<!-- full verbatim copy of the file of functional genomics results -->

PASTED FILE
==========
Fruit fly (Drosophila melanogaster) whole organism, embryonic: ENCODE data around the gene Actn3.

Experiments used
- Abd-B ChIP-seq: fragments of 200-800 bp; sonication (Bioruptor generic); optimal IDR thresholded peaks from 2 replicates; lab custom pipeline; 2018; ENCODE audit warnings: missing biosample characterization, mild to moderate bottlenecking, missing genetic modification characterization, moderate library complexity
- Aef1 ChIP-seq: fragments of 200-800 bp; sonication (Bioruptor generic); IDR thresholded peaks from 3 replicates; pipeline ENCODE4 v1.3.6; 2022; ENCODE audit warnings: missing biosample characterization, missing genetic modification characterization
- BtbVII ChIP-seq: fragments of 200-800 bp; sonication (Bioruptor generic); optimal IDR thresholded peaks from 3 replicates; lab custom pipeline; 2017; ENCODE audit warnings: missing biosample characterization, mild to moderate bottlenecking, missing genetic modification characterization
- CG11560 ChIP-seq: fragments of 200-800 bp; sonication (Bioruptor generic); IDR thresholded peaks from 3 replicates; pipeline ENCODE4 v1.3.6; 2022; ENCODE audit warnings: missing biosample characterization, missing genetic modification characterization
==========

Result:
Fruit fly (Drosophila melanogaster) whole organism, embryonic: ENCODE data around the gene Actn3.

Experiments used
- Abd-B ChIP-seq: fragments of 200-800 bp; sonication (Bioruptor generic); optimal IDR thresholded peaks from 2 replicates; lab custom pipeline; 2018; ENCODE audit warnings: missing biosample characterization, mild to moderate bottlenecking, missing genetic modification characterization, moderate library complexity
- Aef1 ChIP-seq: fragments of 200-800 bp; sonication (Bioruptor generic); IDR thresholded peaks from 3 replicates; pipeline ENCODE4 v1.3.6; 2022; ENCODE audit warnings: missing biosample characterization, missing genetic modification characterization
- BtbVII ChIP-seq: fragments of 200-800 bp; sonication (Bioruptor generic); optimal IDR thresholded peaks from 3 replicates; lab custom pipeline; 2017; ENCODE audit warnings: missing biosample characterization, mild to moderate bottlenecking, missing genetic modification characterization
- CG11560 ChIP-seq: fragments of 200-800 bp; sonication (Bioruptor generic); IDR thresholded peaks from 3 replicates; pipeline ENCODE4 v1.3.6; 2022; ENCODE audit warnings: missing biosample characterization, missing genetic modification characterization